The Difference Between Unity And Union

Neal Pollard

When I was a little boy, I heard my dad contrast these two ideas, union and unity, with an interesting illustration.  He said, “You can tie two cats’ tails together and hang them over a clothes line. You may have union, but you do not have unity.”  Recently, political pundits have been making a somewhat similar contrast concerning the European Union. They are bound together economically, socially, and geographically, but there is at times a lack of unity.  These ties have not led to effective communication and information sharing in dealing with terrorist threats. Distrust, the ambitions of individual EU countries, and autonomous business dealings with nations outside its union all contribute to an uneasy synthesis between themselves.

There is great misunderstanding in the religious world and, at times, in the Lord’s church about what biblical unity is.  While there are those who believe that unity demands agreement on matters that ultimately are not established and determined in Scripture (how/if Bible classes are divided, whether to extend an invitation after a sermon, whether or not to meet on Sunday night, order of worship services—i.e., Lord’s Supper or sermon first, etc.), there are many others who believe that unity is possible where union is really what is attempted.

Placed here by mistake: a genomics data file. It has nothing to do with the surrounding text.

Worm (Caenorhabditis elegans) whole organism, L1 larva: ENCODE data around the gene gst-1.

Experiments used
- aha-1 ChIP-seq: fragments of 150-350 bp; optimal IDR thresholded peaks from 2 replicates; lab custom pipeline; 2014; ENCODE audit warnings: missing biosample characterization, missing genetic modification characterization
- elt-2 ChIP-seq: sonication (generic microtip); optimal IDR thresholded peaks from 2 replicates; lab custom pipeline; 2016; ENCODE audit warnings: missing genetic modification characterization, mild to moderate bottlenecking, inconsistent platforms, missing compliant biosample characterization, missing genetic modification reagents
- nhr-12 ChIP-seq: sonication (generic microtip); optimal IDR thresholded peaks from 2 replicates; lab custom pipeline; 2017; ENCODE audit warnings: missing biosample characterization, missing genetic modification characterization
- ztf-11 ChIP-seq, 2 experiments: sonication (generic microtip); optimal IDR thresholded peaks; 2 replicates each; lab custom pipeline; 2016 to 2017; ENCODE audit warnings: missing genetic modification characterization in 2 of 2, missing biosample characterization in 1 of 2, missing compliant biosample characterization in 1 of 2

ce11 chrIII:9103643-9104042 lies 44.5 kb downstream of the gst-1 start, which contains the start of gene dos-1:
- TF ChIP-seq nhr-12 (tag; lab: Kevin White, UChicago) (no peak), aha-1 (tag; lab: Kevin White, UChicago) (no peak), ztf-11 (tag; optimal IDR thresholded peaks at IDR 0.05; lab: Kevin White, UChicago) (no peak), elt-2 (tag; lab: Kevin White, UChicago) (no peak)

Scripture is the basis of unity! Jesus defined the oneness He wanted His followers to have as reflective of the unity He shares with the Father (John 17:20-21). Through His inspired writer, Paul, He emphasizes the importance of unity, saying that we are to “be diligent to preserve the unity of the Spirit in the bond of peace” (Eph. 4:3). Unity is clearly defined as existing within a diligence to preserve the truth of “one body…one spirit…one hope…one Lord, one faith, one baptism…one God and Father of all…” (Eph. 4:4-6). The New Testament tells us in specific terms what’s involved in each of these. Attempting to be tied and bound to those who reject or attempt to change what Scripture says about these is not biblical unity. It amounts to tying together what’s incompatible and incongruous. That’s just inconceivable!

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